It is BooleanLogic that carries the truth values. When you ask a proposition of a world, you receive an answer in the form of a truth primitive. For a closed world, this truth primitive must be from BooleanLogic. No other answer is legal. For other models, you don't need to answer with BooleanLogic... but, in those cases, you are simply no longer using BooleanLogic (well... no more than ThreeValuedLogic "isn't using BooleanLogic"; BooleanLogic may be subsumed by a wider logic). Anyhow, you're the one claiming you have a closed world, and you're the one asking a proposition of it. You can't dodge this question and claim you have a closed world. So, what. is. your. answer?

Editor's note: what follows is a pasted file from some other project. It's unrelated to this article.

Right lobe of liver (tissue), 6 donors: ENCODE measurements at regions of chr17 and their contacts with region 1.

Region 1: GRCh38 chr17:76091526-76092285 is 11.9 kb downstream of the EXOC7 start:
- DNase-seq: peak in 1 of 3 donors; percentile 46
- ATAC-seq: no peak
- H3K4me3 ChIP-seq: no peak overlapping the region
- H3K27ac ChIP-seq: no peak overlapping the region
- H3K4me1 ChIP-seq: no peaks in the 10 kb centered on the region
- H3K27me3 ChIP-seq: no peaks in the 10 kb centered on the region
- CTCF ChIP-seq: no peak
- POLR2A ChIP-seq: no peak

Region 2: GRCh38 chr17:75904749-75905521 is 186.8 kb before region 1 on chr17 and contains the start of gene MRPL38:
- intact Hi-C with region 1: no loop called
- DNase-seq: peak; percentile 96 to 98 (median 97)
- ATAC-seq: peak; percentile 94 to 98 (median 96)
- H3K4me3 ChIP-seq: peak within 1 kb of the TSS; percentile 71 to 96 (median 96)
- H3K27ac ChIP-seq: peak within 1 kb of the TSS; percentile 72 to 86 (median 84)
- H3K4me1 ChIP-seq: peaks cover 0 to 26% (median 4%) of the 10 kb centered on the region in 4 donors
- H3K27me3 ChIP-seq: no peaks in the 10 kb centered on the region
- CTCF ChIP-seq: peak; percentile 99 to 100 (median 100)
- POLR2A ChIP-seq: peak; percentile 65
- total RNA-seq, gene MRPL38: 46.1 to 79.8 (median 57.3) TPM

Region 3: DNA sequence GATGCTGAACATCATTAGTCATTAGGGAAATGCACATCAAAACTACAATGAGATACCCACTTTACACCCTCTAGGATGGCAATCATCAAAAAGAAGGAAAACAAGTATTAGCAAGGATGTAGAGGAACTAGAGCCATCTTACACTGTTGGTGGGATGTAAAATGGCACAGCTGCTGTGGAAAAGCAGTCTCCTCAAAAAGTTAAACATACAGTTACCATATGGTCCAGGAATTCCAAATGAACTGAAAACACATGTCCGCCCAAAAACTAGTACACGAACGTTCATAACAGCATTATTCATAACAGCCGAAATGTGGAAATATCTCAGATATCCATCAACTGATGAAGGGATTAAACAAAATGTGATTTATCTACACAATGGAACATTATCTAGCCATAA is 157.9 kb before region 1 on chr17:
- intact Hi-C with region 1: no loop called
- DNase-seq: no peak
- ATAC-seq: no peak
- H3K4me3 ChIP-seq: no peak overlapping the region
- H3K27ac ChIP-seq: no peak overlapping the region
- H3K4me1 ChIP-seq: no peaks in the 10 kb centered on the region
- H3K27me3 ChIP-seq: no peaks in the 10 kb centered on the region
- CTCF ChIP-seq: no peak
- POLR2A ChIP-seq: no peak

(See also BooleanLogic, ThreeValuedLogic, TwoValuedLogic, BooleanAlgebra, DataBase, WhatIsData)
CategoryLogic